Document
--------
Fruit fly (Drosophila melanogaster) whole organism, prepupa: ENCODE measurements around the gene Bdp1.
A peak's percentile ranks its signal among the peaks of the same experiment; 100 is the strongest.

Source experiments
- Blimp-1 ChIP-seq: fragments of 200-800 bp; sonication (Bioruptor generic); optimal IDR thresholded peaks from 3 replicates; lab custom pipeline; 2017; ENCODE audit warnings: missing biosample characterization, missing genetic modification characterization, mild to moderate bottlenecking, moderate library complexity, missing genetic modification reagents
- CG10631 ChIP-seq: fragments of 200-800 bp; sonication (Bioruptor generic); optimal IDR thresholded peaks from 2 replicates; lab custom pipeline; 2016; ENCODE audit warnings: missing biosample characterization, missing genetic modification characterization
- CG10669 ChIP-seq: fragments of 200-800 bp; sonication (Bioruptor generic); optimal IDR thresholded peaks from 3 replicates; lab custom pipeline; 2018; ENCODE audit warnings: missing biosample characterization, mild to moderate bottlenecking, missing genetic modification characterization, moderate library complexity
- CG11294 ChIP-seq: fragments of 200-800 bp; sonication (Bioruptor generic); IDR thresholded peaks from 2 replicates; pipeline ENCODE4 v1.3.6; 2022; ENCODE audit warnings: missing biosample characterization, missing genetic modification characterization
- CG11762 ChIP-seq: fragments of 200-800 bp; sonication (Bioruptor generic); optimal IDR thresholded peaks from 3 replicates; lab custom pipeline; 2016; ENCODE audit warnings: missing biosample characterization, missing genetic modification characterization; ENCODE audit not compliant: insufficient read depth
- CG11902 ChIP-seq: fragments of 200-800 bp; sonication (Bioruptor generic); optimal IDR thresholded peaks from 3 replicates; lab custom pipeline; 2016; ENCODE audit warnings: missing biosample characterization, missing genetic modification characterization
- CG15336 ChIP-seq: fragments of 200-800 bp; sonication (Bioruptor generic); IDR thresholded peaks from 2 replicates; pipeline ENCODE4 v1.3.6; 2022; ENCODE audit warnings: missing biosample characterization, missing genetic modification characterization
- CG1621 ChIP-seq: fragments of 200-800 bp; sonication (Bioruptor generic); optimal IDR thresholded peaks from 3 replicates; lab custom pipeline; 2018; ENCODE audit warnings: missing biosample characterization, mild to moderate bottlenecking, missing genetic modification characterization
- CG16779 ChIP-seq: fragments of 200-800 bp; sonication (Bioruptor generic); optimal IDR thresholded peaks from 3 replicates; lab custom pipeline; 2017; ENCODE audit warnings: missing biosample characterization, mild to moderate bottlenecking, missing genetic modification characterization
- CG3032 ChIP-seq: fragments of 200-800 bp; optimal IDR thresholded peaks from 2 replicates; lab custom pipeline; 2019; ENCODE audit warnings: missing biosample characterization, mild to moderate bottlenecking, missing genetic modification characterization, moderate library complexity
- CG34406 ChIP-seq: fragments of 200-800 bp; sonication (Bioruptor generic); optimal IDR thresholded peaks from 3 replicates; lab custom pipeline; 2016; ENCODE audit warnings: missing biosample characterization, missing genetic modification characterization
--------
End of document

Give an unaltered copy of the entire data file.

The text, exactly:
Fruit fly (Drosophila melanogaster) whole organism, prepupa: ENCODE measurements around the gene Bdp1.
A peak's percentile ranks its signal among the peaks of the same experiment; 100 is the strongest.

Source experiments
- Blimp-1 ChIP-seq: fragments of 200-800 bp; sonication (Bioruptor generic); optimal IDR thresholded peaks from 3 replicates; lab custom pipeline; 2017; ENCODE audit warnings: missing biosample characterization, missing genetic modification characterization, mild to moderate bottlenecking, moderate library complexity, missing genetic modification reagents
- CG10631 ChIP-seq: fragments of 200-800 bp; sonication (Bioruptor generic); optimal IDR thresholded peaks from 2 replicates; lab custom pipeline; 2016; ENCODE audit warnings: missing biosample characterization, missing genetic modification characterization
- CG10669 ChIP-seq: fragments of 200-800 bp; sonication (Bioruptor generic); optimal IDR thresholded peaks from 3 replicates; lab custom pipeline; 2018; ENCODE audit warnings: missing biosample characterization, mild to moderate bottlenecking, missing genetic modification characterization, moderate library complexity
- CG11294 ChIP-seq: fragments of 200-800 bp; sonication (Bioruptor generic); IDR thresholded peaks from 2 replicates; pipeline ENCODE4 v1.3.6; 2022; ENCODE audit warnings: missing biosample characterization, missing genetic modification characterization
- CG11762 ChIP-seq: fragments of 200-800 bp; sonication (Bioruptor generic); optimal IDR thresholded peaks from 3 replicates; lab custom pipeline; 2016; ENCODE audit warnings: missing biosample characterization, missing genetic modification characterization; ENCODE audit not compliant: insufficient read depth
- CG11902 ChIP-seq: fragments of 200-800 bp; sonication (Bioruptor generic); optimal IDR thresholded peaks from 3 replicates; lab custom pipeline; 2016; ENCODE audit warnings: missing biosample characterization, missing genetic modification characterization
- CG15336 ChIP-seq: fragments of 200-800 bp; sonication (Bioruptor generic); IDR thresholded peaks from 2 replicates; pipeline ENCODE4 v1.3.6; 2022; ENCODE audit warnings: missing biosample characterization, missing genetic modification characterization
- CG1621 ChIP-seq: fragments of 200-800 bp; sonication (Bioruptor generic); optimal IDR thresholded peaks from 3 replicates; lab custom pipeline; 2018; ENCODE audit warnings: missing biosample characterization, mild to moderate bottlenecking, missing genetic modification characterization
- CG16779 ChIP-seq: fragments of 200-800 bp; sonication (Bioruptor generic); optimal IDR thresholded peaks from 3 replicates; lab custom pipeline; 2017; ENCODE audit warnings: missing biosample characterization, mild to moderate bottlenecking, missing genetic modification characterization
- CG3032 ChIP-seq: fragments of 200-800 bp; optimal IDR thresholded peaks from 2 replicates; lab custom pipeline; 2019; ENCODE audit warnings: missing biosample characterization, mild to moderate bottlenecking, missing genetic modification characterization, moderate library complexity
- CG34406 ChIP-seq: fragments of 200-800 bp; sonication (Bioruptor generic); optimal IDR thresholded peaks from 3 replicates; lab custom pipeline; 2016; ENCODE audit warnings: missing biosample characterization, missing genetic modification characterization